February 26, 2020
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Athletic Ambassador

2011 promises a big change for the University of Evansville’s basketball program

In the 1950s and 1960s, University of Evansville men’s basketball games, held in the new Roberts Stadium, were so popular that husbands and wives fought over season tickets in divorce settlements. For the next five decades, this stadium was the home court of a basketball legacy. It has hosted more than 800 men’s basketball games that showcased Aces talent bound for the NBA: Jerry Sloan, Don Buse, and Ed Smallwood.

By the time John Stanley became UE’s athletic director in 2007, Evansville was entrenched in an argument: What to do with the aging facility? Roberts Stadium had a host of deficiencies and structural problems that Mayor Jonathan Weinzapfel addressed on several occasions: “The concourses and aisles are too narrow. The restrooms aren’t up to code. The HVAC system needs replacing. The stadium isn’t in compliance with the Americans with Disabilities Act.” The solution: Construct a Downtown, multi-purpose venue for athletic events, concerts, and exhibitions.

For Stanley, who grew up around the tradition of UE athletics, the new stadium was welcomed news. He was a diehard fan of the men’s basketball team, a program that had ardent support thanks in part to five championships in the college division (the precursor to Division II). UE basketball was a “leader in sports entertainment in our community,” Stanley says, and today, home games still can “give the community recognition.”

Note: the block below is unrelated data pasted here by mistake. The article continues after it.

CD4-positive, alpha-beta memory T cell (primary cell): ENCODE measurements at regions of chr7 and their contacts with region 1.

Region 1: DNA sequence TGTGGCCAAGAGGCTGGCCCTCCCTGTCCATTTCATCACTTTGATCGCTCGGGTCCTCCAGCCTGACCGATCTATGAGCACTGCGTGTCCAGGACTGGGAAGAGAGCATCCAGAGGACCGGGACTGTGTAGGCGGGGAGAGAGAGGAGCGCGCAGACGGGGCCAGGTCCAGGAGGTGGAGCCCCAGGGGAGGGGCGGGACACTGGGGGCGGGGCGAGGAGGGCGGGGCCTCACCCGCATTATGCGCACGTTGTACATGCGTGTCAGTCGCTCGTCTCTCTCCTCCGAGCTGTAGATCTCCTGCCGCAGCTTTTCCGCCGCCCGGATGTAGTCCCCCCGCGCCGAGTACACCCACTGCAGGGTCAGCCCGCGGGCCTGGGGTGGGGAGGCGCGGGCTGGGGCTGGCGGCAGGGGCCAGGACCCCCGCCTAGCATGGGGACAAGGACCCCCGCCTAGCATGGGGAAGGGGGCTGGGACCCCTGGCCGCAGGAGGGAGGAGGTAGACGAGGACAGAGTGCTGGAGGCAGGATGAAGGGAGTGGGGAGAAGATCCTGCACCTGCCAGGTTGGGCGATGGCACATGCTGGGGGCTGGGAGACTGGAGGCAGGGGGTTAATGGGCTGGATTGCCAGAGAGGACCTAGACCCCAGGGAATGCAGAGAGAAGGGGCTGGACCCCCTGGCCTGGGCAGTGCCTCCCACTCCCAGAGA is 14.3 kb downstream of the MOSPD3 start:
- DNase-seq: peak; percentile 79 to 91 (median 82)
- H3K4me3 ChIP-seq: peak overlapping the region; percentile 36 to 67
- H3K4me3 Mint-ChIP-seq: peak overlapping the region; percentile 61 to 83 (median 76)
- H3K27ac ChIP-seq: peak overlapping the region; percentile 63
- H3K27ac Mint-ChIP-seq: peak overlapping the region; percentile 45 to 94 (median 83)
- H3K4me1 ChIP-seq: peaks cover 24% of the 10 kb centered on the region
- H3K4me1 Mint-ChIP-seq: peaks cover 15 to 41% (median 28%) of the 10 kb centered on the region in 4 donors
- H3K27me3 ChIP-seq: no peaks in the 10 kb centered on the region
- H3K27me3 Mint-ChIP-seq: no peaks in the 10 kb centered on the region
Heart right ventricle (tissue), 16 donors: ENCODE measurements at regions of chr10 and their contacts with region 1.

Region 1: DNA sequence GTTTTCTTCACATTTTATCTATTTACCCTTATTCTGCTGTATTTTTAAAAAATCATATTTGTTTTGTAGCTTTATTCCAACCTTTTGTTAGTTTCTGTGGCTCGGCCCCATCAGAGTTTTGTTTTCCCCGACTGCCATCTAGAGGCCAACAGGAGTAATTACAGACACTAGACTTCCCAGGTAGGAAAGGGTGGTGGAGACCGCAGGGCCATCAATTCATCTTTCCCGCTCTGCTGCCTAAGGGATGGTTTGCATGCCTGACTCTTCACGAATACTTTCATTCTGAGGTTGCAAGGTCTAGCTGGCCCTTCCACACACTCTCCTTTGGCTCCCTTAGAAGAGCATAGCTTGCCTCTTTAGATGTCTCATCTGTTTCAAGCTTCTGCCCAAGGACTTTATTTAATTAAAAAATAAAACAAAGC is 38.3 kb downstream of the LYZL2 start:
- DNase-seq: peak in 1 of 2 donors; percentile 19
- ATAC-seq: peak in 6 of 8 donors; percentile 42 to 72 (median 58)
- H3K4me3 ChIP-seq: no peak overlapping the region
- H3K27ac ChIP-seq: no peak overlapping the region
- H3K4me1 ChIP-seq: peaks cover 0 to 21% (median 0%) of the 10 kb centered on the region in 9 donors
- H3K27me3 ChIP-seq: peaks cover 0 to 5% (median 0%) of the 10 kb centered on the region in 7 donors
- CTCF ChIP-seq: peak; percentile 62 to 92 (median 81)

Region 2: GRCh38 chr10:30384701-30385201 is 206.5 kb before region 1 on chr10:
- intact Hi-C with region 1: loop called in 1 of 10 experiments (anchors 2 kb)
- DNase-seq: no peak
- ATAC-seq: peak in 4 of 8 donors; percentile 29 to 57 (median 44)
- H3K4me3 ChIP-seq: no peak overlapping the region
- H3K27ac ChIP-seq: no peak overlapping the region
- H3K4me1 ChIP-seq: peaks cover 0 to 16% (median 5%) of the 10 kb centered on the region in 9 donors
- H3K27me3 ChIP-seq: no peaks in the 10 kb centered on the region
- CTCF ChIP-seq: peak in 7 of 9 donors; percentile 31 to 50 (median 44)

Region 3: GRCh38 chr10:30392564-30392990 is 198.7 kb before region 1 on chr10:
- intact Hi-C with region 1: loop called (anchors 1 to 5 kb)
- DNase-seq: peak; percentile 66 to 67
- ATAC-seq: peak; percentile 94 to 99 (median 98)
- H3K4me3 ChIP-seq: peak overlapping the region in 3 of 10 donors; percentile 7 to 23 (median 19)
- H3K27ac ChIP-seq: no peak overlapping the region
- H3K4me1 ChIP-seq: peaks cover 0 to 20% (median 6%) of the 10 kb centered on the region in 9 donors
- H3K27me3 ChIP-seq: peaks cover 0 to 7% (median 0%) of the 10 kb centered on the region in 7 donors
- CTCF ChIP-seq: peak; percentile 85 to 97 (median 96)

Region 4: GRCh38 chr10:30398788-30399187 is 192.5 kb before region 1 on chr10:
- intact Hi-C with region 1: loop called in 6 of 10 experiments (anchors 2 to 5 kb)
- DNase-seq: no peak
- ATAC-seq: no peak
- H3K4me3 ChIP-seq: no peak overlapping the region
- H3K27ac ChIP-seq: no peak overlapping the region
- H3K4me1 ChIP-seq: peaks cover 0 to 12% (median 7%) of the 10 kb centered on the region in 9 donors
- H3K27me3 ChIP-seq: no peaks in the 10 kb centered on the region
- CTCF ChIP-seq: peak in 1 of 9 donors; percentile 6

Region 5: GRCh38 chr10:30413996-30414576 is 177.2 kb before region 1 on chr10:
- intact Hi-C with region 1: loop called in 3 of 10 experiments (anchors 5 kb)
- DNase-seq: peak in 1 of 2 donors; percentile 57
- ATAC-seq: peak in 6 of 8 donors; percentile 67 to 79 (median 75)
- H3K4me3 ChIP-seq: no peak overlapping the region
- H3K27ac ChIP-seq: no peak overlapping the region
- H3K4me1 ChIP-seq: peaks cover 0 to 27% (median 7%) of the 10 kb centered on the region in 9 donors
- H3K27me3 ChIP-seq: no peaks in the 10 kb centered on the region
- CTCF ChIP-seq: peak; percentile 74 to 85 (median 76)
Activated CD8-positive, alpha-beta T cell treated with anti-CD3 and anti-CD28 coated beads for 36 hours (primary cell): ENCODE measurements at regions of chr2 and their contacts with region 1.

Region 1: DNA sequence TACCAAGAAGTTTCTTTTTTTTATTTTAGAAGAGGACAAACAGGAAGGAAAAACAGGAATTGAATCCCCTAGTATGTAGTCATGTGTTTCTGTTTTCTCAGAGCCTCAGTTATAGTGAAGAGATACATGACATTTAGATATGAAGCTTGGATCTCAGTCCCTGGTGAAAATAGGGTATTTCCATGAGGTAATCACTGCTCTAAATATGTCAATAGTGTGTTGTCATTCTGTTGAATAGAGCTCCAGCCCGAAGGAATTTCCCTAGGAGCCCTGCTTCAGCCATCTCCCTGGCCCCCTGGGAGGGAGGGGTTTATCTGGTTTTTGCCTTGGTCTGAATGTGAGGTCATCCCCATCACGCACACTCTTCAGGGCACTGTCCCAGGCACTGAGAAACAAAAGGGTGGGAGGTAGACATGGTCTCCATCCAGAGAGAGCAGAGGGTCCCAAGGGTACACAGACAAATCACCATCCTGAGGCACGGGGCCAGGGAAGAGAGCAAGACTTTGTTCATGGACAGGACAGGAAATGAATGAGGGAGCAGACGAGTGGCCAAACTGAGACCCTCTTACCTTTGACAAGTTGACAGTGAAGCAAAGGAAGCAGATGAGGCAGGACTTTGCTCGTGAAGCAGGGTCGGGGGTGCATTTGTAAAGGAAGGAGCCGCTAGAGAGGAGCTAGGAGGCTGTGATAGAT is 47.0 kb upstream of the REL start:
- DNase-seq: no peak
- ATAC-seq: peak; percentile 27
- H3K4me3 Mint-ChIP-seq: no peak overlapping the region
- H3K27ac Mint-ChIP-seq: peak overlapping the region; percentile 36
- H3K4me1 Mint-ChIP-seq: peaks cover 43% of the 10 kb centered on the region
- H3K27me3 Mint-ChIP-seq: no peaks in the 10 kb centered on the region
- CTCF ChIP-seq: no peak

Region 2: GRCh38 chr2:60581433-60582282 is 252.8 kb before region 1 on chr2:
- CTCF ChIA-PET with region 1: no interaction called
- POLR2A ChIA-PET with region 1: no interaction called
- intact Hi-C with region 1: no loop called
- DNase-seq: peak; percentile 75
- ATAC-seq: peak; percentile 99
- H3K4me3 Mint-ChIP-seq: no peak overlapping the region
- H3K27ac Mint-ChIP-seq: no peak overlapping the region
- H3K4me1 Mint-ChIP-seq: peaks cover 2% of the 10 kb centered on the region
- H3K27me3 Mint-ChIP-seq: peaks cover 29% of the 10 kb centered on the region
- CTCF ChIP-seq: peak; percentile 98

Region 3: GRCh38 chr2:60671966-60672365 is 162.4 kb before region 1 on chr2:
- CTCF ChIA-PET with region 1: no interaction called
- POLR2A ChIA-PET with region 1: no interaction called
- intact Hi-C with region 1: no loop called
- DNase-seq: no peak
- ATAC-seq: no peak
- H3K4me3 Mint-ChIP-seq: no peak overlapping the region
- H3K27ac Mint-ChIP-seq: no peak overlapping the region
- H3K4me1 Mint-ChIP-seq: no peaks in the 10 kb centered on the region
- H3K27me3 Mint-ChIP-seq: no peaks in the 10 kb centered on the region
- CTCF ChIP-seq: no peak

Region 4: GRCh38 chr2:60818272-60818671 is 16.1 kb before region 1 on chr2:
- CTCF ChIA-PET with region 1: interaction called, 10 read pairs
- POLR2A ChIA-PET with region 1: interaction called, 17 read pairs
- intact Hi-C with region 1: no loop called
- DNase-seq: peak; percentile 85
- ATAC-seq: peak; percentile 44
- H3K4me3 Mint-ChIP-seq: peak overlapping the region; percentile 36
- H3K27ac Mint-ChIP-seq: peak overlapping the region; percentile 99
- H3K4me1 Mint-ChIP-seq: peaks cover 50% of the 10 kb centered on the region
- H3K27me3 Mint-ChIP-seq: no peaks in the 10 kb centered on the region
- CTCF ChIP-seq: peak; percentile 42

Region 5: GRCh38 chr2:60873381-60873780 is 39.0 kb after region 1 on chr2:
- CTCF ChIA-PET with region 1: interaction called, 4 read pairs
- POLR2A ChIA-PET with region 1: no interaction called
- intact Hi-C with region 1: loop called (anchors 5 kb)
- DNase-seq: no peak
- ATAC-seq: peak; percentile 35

As UE’s athletic director, Stanley should think so, yet the last-place finish in the Division I Missouri Valley Conference by the men’s team in 2010 suggests the recognition needs an upgrade. Still, the team shows signs of improvement: Early in the 2011-2012 season, UE knocked off Butler University, last year’s Division I runner-up.

That’s not the only momentum the team has. In November 2011, UE hosts Indiana University at the first event held in the Downtown arena. Without the new 11,000-seat arena, Evansville never had the draw for IU to visit two hours south of Bloomington, says Stanley. We asked Stanley about the future of UE basketball.

City View: How will the new stadium better UE’s program?
John Stanley: I think that if we’re able to have success as a team and in an environment that people want to go, it will certainly enhance our attendance over time. It also will be appealing to recruits. So many of our competitors are playing in new venues, so now with our new arena, we will be able to stay up with the curve when it comes to facilities where we can play.

CV: Was there a reason to host IU specifically once plans for the new arena were underway?
JS: In scheduling, we attempt to host and play games that the community will enjoy. With the new arena, we couldn’t find any other teams to fit that mold better than IU. We thought it would be a very attractive matchup that people would come to, and that it would make a positive outcome for everyone involved. We put together a deal that makes everyone happy, which should be an objective, and that was the direction we went.

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